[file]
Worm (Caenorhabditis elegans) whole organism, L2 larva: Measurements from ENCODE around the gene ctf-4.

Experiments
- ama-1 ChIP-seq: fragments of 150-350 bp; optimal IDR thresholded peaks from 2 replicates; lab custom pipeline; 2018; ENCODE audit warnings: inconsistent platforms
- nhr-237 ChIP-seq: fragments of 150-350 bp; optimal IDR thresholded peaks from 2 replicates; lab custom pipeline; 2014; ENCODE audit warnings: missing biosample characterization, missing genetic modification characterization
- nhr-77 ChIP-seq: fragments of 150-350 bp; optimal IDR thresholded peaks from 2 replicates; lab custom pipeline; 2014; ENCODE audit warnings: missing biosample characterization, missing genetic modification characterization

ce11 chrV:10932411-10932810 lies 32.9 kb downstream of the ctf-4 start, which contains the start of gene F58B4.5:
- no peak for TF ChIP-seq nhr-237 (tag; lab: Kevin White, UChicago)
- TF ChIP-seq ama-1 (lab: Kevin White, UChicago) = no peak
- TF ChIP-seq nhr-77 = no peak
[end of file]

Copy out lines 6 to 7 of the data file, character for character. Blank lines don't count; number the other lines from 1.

ce11 chrV:10932411-10932810 lies 32.9 kb downstream of the ctf-4 start, which contains the start of gene F58B4.5:
- no peak for TF ChIP-seq nhr-237 (tag; lab: Kevin White, UChicago)